Once you finish scouts that’s not the end of your Scouting journey as you can move on to Explorers. At 1st Priorslee and ST Georges Scout group we have a great partnership with Falcon Scott Explorers. Falcon Scott Explorers help out at many of our events so you will already know many of them and you can continue to build on the skills you have learnt at Scouts. This is not a new partnership but has been in place for many years and many of our scouts have progressed up into Falcon Scott Explorers.
‘To anyone who hasn’t tried Scouting before, I’d say come on up and have a go! I think that most people don’t really know that Scouting is about activities, friendship and meeting people from other countries. I’ve been in the Movement since I was a Beaver and I still love it!’
With the support, direction and guidance of Unit leaders, Explorer Scouts are encouraged to lead themselves, design their own programme and work towards the top awards that Scouting offers. With exciting prospects like being a part of camps and expeditions both home and abroad; adventurous activities such as mountaineering, parascending and off shore sailing; Explorers offers fun and adventure for all. Explorers also have the opportunity to be a part of The Explorer Scout Young Leaders’ Scheme which develops their leadership skills and sense of responsibility, by helping to run meetings for younger sections.
Explorer Units are the fourth Section of the Scouting family after Beavers, Cubs and Scouts. Explorer Scouts are young people aged between 14 and 18 years old. There is flexibility in the age range: young people can join from age 13½ but cannot move to Scout Network until 18. Young people must have left the Explorer Scout section before the date of their 18th birthday. For further information, see our guidance on age range flexibility.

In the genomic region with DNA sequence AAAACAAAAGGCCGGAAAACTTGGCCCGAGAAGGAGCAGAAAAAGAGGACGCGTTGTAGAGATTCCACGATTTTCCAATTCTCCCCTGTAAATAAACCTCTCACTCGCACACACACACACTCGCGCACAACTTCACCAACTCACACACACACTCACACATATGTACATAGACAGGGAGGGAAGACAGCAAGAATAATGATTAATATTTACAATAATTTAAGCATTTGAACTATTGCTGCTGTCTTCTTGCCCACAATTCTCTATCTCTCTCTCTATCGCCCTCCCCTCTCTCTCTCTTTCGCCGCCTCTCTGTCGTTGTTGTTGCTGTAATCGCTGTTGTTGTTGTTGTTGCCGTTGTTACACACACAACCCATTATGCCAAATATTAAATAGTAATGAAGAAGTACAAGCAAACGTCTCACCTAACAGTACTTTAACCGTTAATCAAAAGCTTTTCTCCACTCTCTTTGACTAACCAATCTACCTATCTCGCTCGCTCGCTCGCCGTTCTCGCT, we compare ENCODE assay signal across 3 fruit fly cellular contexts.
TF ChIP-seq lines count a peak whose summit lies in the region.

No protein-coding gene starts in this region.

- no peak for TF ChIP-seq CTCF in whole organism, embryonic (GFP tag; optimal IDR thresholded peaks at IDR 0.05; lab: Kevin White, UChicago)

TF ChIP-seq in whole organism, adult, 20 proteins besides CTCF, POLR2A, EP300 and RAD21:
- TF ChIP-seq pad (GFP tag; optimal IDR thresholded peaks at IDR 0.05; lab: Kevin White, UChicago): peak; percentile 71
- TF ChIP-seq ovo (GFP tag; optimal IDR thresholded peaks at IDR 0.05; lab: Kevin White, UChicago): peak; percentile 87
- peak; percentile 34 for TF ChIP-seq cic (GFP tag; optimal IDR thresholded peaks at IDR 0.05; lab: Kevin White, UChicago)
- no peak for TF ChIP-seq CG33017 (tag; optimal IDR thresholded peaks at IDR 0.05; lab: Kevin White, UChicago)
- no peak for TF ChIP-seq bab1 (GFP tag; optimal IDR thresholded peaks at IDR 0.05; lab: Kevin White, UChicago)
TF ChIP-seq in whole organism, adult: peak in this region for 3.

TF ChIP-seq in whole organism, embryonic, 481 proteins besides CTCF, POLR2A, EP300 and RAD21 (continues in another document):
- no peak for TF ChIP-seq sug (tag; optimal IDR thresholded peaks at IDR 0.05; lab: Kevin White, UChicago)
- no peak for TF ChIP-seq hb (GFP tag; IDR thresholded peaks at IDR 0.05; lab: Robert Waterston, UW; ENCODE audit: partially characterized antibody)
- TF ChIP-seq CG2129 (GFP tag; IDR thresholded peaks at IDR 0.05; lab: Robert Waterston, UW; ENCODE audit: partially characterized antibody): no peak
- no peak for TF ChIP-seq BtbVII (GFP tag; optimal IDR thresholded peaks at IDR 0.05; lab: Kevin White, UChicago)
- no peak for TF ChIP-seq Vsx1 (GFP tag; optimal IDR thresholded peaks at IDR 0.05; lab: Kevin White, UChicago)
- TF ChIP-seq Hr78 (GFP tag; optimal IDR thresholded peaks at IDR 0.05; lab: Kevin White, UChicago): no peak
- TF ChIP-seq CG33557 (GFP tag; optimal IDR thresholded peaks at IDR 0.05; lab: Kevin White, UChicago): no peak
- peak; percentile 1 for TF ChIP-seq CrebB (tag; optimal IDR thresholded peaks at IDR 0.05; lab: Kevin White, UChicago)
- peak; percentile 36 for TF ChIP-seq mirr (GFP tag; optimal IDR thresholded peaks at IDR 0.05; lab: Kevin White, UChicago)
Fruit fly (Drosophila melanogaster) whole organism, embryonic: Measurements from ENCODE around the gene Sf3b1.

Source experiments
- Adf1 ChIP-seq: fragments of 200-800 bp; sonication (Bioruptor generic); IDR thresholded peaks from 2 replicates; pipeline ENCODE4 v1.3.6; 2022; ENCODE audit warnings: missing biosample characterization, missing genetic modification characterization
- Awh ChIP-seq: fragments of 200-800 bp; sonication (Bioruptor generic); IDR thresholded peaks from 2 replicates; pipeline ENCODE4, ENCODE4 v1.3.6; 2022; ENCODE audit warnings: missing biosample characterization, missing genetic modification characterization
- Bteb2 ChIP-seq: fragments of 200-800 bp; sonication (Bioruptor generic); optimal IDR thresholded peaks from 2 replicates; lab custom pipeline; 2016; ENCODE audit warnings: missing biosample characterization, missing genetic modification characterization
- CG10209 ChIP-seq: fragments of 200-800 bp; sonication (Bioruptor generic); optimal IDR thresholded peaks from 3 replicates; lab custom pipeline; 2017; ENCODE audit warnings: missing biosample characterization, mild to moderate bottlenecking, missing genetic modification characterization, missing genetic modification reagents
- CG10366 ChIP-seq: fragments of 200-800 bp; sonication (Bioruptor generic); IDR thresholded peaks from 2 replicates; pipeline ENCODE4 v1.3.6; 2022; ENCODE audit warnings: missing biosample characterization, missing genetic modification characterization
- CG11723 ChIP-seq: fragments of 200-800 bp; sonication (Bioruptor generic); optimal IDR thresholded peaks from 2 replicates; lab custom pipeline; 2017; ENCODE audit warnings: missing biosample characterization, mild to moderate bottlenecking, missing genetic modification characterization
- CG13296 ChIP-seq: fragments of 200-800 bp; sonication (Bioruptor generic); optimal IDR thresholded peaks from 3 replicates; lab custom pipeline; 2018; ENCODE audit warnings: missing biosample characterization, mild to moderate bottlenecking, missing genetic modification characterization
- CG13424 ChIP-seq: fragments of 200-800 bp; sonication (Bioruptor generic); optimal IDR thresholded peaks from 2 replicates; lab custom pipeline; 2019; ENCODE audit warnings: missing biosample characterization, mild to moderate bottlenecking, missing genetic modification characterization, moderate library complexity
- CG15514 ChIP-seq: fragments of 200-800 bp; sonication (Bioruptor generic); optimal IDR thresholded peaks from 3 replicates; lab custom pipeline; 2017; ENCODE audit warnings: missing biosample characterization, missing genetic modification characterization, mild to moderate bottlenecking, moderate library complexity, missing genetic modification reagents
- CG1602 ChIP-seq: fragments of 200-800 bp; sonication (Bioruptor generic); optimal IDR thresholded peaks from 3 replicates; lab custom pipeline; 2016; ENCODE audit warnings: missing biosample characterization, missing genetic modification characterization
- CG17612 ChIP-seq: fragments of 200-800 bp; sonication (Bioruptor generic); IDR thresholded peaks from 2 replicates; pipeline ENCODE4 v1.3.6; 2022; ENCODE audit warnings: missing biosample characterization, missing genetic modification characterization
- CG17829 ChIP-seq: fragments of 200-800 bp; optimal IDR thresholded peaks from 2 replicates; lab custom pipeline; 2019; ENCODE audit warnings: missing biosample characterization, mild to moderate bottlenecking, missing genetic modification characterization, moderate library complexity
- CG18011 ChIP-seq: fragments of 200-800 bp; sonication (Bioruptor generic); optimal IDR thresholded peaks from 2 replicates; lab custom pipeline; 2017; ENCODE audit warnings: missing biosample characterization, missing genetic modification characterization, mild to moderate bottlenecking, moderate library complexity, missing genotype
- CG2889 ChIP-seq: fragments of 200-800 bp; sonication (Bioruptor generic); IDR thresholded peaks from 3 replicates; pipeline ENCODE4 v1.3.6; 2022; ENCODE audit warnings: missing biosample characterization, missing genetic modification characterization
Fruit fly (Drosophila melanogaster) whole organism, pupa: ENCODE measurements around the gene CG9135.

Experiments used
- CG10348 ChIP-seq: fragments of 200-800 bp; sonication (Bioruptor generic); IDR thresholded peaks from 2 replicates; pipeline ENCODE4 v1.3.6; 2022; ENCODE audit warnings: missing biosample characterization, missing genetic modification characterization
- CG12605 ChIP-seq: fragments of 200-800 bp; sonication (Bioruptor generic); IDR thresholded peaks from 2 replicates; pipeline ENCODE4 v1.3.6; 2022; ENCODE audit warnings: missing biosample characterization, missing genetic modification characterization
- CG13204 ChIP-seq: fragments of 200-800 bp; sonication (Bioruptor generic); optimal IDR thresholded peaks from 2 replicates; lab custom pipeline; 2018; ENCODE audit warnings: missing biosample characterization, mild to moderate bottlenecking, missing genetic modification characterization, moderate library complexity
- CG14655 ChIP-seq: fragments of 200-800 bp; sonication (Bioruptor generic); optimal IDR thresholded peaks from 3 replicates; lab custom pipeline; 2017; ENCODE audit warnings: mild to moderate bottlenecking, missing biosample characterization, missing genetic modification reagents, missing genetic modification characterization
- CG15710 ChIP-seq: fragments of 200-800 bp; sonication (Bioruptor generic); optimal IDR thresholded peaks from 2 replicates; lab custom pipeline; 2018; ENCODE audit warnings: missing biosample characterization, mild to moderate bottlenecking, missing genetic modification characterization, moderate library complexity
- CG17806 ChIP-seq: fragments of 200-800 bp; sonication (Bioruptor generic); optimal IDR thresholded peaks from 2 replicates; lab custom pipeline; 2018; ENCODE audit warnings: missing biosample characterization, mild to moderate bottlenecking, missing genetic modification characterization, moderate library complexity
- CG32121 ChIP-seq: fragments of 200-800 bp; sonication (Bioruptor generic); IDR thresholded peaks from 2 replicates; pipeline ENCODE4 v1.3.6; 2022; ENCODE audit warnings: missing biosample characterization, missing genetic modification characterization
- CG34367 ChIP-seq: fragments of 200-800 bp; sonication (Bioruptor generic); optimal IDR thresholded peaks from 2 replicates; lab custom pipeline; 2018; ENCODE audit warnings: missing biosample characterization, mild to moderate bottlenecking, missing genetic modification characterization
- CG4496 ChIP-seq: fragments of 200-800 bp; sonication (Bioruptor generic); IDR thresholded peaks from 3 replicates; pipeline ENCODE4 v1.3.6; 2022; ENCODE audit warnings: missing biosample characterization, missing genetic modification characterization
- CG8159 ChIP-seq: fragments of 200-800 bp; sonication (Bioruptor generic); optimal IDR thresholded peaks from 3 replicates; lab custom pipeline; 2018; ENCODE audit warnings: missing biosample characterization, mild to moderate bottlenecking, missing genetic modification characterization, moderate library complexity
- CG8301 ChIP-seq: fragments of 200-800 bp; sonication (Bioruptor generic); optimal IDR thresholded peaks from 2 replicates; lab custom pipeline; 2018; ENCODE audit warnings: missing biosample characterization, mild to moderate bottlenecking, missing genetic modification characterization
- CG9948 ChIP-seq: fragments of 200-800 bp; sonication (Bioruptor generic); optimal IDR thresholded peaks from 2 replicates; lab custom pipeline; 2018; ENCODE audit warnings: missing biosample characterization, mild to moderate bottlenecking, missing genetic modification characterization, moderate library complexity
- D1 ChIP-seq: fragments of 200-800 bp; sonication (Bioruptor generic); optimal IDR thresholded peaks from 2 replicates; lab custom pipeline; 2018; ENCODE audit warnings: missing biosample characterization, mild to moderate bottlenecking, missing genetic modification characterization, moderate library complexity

Structure and meetings
A group of Explorer Scouts is called a Unit and is part of the District’s provision of Scouting. An Explorer Scout Unit and a Scout Group may work together under a Partnership Agreement, which should set out clearly the links between the Unit and the Group, arrangements for communication, use of equipment, facilities and resources.
The key to running a successful Explorer Unit is flexibility. Due to the other commitments that crop up in a teenager’s life, such as exams, it is important that the programme reflects this. For example, Units may not every week, or carry out the majority of activities at weekends.
Explorer Scouts are encouraged to take part in a wide range of activities as part of their programme including traditional Scouting skills, such as camping, survival and cooking, as well as a wider spectrum of adventurous activities, from abseiling to zorbing.
The Explorer programme should be supplemented and complemented by events and activities delivered across the District, allowing them the opportunity to socialise and work with other local Explorer Units.
In addition, there are a number of activity badges and ambitious top awards that Explorer Scouts can gain to recognise their achievements.